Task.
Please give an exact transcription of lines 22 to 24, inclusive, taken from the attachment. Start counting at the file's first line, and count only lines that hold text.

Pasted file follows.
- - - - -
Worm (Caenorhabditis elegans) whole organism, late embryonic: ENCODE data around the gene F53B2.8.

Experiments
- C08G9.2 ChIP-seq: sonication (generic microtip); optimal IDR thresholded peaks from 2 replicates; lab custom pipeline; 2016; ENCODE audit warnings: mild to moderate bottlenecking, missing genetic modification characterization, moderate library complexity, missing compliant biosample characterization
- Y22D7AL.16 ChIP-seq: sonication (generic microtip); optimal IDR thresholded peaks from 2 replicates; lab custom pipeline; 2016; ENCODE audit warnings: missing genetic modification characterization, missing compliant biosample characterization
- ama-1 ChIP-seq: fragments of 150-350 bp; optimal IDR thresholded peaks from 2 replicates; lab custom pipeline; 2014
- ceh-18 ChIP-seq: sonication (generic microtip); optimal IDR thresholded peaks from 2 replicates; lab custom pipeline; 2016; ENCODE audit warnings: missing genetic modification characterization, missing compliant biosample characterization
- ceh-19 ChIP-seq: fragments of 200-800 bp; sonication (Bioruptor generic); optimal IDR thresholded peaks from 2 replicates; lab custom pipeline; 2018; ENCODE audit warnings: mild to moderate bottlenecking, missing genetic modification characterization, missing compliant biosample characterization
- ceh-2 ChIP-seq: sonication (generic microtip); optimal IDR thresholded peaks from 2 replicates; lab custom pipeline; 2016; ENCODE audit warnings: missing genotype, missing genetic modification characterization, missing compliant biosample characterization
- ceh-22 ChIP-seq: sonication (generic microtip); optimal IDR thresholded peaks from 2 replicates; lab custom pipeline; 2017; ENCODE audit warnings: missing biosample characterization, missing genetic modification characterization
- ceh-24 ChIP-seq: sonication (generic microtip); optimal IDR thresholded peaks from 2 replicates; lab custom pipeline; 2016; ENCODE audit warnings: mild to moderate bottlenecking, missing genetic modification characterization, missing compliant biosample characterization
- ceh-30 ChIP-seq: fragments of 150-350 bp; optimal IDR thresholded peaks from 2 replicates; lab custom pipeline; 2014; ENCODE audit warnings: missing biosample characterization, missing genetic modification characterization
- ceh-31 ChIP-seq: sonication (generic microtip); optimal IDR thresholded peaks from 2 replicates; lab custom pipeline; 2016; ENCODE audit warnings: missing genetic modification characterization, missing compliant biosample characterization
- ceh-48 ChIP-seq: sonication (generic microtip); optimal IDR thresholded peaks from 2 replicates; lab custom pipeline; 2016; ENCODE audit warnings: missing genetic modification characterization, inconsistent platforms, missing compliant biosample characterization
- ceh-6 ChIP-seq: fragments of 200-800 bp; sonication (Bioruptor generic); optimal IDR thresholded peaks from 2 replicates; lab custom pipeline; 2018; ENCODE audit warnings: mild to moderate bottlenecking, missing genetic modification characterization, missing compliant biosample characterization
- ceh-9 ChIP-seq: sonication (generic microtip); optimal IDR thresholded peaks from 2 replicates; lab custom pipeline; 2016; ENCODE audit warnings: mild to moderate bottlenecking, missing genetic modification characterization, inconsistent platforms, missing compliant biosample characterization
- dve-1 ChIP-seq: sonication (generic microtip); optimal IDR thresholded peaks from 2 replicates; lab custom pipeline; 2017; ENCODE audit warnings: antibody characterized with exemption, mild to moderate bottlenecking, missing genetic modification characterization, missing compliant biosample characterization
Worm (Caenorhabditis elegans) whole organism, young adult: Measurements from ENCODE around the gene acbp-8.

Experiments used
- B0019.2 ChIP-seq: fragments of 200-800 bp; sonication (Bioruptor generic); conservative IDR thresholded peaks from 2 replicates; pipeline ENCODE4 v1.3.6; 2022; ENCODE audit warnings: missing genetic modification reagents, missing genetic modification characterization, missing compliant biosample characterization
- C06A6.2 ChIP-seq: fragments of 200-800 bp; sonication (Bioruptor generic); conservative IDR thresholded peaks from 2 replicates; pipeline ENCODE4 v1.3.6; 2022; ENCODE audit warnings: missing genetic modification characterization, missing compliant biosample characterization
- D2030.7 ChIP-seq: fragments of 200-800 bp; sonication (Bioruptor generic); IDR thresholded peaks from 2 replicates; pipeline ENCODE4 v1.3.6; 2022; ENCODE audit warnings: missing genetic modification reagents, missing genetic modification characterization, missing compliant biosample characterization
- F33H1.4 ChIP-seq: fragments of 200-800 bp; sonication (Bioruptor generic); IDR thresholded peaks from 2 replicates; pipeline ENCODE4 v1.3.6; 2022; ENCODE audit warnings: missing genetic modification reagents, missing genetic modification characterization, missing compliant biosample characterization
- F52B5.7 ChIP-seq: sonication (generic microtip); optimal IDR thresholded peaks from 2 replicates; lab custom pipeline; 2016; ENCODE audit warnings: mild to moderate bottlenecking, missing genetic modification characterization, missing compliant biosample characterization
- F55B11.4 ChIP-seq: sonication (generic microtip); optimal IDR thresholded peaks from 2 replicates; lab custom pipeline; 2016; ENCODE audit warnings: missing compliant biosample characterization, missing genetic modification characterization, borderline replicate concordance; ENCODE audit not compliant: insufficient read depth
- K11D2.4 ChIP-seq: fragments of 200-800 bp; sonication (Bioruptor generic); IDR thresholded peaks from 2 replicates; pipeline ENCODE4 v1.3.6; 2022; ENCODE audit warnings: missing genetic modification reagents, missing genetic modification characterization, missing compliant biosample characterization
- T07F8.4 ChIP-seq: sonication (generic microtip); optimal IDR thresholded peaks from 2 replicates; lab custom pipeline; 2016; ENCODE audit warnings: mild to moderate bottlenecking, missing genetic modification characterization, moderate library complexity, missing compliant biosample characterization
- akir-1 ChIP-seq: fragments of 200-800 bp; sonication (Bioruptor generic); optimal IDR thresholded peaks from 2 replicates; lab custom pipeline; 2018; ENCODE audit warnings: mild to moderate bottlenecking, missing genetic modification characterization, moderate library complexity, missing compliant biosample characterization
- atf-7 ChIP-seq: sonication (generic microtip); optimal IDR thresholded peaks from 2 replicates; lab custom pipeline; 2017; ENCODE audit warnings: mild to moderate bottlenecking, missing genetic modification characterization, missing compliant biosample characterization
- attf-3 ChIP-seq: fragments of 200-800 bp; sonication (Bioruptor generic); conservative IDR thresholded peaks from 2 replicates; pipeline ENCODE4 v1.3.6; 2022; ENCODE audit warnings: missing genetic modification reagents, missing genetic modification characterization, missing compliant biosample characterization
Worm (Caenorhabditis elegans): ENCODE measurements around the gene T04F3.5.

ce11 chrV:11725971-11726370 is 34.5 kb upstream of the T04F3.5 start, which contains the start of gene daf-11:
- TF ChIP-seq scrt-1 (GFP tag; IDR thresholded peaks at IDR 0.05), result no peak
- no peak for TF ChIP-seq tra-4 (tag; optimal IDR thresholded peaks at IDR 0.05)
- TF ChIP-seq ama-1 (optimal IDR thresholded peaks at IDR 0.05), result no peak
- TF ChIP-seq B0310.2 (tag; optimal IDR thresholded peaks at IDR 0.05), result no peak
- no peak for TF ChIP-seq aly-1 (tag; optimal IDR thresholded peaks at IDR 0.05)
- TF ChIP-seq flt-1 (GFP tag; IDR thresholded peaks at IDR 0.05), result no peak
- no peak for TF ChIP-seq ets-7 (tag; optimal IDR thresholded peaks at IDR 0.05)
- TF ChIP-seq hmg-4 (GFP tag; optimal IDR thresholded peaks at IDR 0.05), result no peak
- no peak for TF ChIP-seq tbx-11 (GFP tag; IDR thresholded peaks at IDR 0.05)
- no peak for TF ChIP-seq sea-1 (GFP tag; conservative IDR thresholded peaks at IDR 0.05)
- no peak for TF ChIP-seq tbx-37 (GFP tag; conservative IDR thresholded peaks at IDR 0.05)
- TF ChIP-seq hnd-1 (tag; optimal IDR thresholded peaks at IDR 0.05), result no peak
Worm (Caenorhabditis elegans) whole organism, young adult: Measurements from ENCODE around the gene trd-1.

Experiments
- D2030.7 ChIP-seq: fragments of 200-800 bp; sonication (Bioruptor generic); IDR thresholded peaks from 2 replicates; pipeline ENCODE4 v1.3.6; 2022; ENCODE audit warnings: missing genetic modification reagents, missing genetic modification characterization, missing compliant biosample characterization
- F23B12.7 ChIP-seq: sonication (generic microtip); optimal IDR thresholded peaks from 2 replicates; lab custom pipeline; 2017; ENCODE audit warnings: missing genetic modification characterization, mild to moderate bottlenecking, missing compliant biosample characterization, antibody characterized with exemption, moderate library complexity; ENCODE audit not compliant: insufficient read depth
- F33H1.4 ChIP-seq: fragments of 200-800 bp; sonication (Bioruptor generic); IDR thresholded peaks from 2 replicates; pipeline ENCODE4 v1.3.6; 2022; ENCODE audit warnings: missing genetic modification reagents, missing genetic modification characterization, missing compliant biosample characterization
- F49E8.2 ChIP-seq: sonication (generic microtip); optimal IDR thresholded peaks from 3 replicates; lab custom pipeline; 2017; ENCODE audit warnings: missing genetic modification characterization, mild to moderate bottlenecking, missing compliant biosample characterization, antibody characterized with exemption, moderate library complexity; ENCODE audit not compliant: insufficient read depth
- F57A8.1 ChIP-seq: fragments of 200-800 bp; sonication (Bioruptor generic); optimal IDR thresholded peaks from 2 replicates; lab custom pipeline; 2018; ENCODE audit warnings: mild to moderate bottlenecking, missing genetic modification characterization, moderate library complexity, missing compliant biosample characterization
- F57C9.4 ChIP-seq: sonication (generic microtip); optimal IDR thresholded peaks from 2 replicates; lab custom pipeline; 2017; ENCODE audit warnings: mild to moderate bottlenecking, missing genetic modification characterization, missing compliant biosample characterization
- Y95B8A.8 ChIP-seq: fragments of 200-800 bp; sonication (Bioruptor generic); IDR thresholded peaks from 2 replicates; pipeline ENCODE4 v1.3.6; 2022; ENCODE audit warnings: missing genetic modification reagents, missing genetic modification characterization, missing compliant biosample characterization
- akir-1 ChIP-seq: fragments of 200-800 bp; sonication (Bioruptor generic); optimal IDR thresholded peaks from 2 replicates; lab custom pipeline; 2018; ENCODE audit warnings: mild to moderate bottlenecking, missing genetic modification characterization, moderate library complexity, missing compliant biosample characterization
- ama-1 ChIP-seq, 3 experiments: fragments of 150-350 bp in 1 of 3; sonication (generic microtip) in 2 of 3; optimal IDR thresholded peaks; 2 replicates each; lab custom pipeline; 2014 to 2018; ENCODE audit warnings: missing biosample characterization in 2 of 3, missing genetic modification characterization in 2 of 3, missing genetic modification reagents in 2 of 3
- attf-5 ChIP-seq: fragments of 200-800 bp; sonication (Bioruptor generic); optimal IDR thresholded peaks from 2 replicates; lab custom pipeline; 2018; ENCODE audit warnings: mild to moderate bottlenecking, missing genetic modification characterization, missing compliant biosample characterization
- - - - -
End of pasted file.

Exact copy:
- F33H1.4 ChIP-seq: fragments of 200-800 bp; sonication (Bioruptor generic); IDR thresholded peaks from 2 replicates; pipeline ENCODE4 v1.3.6; 2022; ENCODE audit warnings: missing genetic modification reagents, missing genetic modification characterization, missing compliant biosample characterization
- F52B5.7 ChIP-seq: sonication (generic microtip); optimal IDR thresholded peaks from 2 replicates; lab custom pipeline; 2016; ENCODE audit warnings: mild to moderate bottlenecking, missing genetic modification characterization, missing compliant biosample characterization
- F55B11.4 ChIP-seq: sonication (generic microtip); optimal IDR thresholded peaks from 2 replicates; lab custom pipeline; 2016; ENCODE audit warnings: missing compliant biosample characterization, missing genetic modification characterization, borderline replicate concordance; ENCODE audit not compliant: insufficient read depth